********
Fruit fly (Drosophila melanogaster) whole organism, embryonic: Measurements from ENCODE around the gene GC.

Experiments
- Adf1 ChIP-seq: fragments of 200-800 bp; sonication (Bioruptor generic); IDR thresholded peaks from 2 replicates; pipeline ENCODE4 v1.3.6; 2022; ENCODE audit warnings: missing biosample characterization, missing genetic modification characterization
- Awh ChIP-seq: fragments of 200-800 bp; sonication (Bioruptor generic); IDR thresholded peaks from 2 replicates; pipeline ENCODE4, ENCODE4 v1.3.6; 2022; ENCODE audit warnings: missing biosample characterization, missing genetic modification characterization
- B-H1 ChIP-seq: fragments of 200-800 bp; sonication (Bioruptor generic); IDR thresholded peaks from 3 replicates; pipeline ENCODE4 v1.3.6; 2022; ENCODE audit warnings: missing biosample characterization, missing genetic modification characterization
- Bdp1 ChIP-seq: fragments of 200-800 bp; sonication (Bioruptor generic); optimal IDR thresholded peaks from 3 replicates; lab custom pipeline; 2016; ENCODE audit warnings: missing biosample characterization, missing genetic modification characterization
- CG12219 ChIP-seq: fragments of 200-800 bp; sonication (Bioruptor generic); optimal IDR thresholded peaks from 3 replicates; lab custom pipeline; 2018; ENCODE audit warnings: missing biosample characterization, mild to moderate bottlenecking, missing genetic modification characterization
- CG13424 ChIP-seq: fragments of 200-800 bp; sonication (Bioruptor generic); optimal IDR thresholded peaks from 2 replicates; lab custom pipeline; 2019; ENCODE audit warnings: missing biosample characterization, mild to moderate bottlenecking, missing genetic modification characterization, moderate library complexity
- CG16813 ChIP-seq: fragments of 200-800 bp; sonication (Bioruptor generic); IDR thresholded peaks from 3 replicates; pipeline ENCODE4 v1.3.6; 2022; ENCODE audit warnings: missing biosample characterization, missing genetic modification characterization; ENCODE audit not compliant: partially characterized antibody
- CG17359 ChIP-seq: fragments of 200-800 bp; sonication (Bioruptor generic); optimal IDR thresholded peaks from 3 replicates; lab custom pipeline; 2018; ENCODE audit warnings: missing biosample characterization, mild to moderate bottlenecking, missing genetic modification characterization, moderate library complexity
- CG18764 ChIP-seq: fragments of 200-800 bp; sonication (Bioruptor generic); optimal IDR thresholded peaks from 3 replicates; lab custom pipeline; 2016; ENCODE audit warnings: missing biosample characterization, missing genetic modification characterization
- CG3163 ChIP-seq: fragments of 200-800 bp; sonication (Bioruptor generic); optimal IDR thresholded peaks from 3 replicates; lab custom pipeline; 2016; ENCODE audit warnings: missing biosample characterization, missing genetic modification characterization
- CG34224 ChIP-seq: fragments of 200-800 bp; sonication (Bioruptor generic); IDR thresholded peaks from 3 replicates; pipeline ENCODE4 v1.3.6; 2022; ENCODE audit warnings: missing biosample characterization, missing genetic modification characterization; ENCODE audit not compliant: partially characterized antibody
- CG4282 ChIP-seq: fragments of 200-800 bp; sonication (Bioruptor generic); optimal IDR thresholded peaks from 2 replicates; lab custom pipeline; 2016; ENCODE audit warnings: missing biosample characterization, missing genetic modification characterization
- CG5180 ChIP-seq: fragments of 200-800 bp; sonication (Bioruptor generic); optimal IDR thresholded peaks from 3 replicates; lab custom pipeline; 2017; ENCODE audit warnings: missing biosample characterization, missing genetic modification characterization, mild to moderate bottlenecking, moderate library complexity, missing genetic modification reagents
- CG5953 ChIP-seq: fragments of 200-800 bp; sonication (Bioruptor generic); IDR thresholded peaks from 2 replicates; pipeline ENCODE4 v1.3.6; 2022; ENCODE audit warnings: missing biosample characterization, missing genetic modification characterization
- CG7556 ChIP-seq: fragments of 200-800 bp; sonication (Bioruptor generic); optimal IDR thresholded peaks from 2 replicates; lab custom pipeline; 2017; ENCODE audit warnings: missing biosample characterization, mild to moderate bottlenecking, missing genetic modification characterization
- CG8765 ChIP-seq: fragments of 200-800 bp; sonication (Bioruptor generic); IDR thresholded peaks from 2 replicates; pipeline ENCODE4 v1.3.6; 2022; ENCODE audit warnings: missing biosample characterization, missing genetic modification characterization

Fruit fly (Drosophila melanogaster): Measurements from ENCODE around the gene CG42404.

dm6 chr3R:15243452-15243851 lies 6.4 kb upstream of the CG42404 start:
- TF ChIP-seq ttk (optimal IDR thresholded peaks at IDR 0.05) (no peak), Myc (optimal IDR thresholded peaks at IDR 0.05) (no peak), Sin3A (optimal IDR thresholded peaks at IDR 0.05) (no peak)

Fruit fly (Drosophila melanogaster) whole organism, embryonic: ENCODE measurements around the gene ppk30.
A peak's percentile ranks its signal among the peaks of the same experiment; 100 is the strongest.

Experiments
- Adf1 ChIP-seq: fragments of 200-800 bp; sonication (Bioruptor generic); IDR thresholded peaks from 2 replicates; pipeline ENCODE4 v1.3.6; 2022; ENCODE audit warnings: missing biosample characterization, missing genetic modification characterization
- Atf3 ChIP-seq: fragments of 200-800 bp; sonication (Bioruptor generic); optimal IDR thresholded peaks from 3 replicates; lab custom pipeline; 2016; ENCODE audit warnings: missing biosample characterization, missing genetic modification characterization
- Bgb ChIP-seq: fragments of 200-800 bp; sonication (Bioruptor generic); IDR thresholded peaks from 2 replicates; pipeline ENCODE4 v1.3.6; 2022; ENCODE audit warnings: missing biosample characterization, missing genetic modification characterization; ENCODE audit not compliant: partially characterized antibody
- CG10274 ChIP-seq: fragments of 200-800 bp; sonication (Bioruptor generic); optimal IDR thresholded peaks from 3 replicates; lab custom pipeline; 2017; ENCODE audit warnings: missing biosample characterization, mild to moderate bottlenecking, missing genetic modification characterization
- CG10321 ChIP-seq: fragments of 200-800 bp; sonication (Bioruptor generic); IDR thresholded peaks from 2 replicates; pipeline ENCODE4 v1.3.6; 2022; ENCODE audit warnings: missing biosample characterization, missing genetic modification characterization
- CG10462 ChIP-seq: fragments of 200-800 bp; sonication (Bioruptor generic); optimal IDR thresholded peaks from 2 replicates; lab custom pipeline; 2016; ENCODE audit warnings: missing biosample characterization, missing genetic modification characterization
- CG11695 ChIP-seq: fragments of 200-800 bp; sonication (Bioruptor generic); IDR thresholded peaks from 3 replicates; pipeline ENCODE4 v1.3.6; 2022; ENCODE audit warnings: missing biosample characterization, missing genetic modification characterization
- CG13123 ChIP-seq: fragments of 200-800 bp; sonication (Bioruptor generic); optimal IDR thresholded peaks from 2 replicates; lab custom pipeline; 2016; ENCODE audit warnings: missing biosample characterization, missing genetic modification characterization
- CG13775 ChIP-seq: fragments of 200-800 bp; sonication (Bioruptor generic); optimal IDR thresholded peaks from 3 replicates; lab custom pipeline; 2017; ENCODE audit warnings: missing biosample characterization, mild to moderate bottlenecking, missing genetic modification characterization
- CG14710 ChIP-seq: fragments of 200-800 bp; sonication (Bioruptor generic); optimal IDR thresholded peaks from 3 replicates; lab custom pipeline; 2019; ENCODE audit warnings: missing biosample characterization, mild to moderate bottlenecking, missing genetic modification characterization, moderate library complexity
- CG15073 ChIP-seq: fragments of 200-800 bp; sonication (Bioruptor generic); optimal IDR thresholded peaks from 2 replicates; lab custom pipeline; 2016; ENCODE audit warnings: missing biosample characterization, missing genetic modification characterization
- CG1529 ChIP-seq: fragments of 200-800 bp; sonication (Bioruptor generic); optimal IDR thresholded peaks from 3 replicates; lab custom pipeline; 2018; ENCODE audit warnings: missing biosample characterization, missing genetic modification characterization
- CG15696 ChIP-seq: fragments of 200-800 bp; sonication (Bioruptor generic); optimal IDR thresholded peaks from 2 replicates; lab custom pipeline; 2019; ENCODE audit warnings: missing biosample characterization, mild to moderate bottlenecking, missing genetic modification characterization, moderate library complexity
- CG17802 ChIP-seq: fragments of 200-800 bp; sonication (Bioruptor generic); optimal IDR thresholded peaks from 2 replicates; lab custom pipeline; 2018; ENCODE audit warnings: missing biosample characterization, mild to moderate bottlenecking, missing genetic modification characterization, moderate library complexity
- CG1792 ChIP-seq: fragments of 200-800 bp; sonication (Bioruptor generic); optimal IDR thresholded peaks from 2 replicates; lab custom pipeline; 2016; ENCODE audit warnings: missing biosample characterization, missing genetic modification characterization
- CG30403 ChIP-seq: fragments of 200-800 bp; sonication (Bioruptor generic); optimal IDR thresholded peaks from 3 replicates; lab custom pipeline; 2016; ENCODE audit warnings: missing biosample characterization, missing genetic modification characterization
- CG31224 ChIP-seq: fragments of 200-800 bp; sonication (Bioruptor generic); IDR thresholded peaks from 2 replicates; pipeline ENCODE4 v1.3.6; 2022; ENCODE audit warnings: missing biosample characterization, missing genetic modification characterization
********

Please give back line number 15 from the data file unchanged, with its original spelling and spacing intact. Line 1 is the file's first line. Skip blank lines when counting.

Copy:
- CG5180 ChIP-seq: fragments of 200-800 bp; sonication (Bioruptor generic); optimal IDR thresholded peaks from 3 replicates; lab custom pipeline; 2017; ENCODE audit warnings: missing biosample characterization, missing genetic modification characterization, mild to moderate bottlenecking, moderate library complexity, missing genetic modification reagents